Richard hung his head. “Sorry.”
    My communicator beeped. I plugged my other ear to keep out the noises of the gym as I listened to the message.
    “I’ve got to go.” I turned to the oldest student in the class. “Erin, you’re in charge until I get back.”
    “What’s wrong?” she asked.
    “I don’t know,” I said. “But I’m pretty sure that I’m gonna find out.”

    The real scene wouldn’t go like this. I just made this up on the spot. But basically, most characters get only a few lines of dialog. Erin is one of the more important characters, so she would get more lines.
    This kind of thing happens fairly often, as Rebecca has to balance life between her superhero duties and her responsibilities as a teacher.

  9. Crystalon 15 May 2011 at 4:16 pm

    Actually, completely disregard the above scene. My story is changing. Now, I’m putting Rebecca on a team.
    She’s being forced to work with Eva and Daniel.
    There’s a lot to explain about the team, but I have a question:
    What name would you suggest for their instructor?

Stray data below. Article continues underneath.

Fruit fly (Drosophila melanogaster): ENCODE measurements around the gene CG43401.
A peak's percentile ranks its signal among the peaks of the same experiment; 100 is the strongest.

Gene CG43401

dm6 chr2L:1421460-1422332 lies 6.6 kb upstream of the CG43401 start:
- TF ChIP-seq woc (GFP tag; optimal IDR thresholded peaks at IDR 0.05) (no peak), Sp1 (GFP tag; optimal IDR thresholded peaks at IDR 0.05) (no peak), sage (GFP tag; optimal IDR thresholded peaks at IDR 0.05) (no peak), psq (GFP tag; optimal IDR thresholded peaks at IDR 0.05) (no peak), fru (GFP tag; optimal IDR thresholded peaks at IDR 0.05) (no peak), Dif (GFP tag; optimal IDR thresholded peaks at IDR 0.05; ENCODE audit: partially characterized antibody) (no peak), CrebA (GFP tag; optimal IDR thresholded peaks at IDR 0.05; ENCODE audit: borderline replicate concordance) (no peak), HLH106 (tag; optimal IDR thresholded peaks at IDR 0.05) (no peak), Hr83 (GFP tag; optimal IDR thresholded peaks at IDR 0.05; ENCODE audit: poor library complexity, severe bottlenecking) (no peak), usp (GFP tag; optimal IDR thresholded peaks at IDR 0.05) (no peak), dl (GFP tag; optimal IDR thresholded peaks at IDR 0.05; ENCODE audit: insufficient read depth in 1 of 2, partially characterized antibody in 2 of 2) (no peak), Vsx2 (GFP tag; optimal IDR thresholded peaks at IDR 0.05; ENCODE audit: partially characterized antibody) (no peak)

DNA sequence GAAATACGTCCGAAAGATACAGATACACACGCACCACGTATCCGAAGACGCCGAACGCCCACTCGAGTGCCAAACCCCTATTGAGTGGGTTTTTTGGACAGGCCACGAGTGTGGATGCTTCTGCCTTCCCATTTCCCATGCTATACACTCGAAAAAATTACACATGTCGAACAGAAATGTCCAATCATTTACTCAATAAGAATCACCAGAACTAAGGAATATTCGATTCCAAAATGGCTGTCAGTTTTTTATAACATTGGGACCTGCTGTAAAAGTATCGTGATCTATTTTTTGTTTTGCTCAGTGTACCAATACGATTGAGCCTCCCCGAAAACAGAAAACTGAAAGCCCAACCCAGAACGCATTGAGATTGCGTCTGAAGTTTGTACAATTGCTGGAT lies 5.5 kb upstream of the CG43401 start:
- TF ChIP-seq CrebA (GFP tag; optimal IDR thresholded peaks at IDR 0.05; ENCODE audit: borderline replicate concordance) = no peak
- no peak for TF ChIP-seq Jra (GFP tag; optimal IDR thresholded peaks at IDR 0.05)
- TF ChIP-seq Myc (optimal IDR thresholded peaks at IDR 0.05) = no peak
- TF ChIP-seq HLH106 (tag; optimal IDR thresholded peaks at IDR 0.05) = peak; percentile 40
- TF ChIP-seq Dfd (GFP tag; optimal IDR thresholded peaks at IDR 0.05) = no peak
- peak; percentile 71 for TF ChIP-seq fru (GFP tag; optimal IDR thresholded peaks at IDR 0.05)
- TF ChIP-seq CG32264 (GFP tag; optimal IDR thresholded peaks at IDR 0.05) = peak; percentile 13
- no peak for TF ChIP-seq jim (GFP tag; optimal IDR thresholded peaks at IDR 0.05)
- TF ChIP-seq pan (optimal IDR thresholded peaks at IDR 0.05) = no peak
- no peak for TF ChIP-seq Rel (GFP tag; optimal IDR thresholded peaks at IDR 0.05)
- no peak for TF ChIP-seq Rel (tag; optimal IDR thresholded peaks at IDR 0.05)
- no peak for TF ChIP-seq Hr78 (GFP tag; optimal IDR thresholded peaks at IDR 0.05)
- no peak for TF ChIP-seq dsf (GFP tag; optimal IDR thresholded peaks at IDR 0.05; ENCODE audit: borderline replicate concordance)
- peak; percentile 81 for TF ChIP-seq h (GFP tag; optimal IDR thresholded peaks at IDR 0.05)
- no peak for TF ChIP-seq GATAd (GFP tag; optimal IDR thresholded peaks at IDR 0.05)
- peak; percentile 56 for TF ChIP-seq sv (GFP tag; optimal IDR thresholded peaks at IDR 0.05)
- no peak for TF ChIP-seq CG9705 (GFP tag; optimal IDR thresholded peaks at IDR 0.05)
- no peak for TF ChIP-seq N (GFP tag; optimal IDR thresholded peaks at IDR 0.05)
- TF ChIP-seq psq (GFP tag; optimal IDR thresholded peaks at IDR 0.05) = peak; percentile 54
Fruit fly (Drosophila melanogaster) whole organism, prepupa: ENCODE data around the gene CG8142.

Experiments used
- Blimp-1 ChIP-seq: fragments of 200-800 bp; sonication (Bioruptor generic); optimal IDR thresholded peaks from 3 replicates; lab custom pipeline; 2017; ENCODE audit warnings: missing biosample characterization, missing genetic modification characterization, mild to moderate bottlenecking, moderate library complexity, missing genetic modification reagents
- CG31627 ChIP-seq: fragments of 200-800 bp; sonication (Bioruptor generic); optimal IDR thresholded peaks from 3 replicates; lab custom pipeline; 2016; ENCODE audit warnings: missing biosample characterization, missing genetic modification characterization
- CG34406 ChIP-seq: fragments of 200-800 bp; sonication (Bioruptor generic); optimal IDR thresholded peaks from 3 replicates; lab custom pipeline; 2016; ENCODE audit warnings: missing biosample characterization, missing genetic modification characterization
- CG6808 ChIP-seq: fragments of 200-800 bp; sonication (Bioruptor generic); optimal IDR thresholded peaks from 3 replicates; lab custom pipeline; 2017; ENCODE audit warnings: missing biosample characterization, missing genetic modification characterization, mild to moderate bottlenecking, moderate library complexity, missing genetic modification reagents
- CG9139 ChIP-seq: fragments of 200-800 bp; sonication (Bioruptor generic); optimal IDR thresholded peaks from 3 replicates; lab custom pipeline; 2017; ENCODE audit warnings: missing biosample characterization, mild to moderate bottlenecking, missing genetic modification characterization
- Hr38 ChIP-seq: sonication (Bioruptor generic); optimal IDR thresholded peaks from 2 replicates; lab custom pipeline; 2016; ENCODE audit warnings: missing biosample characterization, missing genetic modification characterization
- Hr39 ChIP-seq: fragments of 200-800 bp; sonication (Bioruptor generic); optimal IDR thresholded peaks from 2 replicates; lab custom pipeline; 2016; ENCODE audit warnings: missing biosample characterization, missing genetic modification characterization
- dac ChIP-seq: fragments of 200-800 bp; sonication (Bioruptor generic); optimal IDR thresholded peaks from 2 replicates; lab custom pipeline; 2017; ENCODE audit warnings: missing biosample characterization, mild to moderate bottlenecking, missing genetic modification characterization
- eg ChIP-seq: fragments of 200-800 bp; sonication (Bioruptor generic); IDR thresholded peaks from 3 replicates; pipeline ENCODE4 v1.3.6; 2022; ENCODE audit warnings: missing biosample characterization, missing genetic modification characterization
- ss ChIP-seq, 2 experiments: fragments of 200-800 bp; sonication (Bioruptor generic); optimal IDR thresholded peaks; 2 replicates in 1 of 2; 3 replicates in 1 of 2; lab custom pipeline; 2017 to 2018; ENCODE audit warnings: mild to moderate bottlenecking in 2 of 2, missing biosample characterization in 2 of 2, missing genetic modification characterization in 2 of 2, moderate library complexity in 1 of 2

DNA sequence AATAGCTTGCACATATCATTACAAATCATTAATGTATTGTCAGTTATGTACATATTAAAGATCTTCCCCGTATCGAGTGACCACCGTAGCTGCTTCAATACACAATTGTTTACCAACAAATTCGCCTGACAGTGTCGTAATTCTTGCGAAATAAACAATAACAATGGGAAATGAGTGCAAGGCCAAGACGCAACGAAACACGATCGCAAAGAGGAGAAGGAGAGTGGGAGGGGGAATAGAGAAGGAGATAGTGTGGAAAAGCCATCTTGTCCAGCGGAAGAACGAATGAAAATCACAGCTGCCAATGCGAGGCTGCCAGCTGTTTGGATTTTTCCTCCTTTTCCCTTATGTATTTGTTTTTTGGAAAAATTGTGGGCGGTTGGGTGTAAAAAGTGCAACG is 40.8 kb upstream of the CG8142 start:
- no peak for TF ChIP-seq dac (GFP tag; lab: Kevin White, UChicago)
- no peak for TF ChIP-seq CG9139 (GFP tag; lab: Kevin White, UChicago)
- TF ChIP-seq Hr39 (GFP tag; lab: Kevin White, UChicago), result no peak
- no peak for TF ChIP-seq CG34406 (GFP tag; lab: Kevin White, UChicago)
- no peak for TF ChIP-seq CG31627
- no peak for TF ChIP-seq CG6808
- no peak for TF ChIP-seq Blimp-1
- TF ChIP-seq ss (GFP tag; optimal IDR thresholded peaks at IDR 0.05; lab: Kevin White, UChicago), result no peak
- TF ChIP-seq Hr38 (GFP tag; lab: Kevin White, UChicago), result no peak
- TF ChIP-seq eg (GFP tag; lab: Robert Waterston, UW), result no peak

He’s not the nicest guy, and very critical of anything you do. For example, even if Rebecca were to succeed at leading her team out of a tough situation, he would still find about ten things that she did wrong and point them out.
    Referring to him by a title like Mr. wouldn’t work very well.
    I’m thinking of referring to him by a superhero name…
    Any suggestions?

    P.S. Sorry; I still don’t have Chapter 3 posted. I’ll try to do that next week.

  10. Crystalon 21 Jul 2011 at 1:04 pm

    Okay. What do you guys think of this kind of training?

    -Basically, at the beginning, we have about 19 superheroes in groups of four, with the exception of one group of three (Rebecca’s group). This is to learn teamwork. (Later on, Eva joins in, evening out the groups.)
    -Regardless of the groups, each superhero is ranked in a list; 1-20, based on their overall performance. Only the top 5 actually make it to get actual superhero jobs.
    -The very first challenge (and by very first, I mean that it takes place as soon as they wake up on their first day) is to basically climb a cliff (maybe 50 feet?) without any safety gear or nets (well, actually, there is a force field at the bottom that will catch you, but they don’t know this).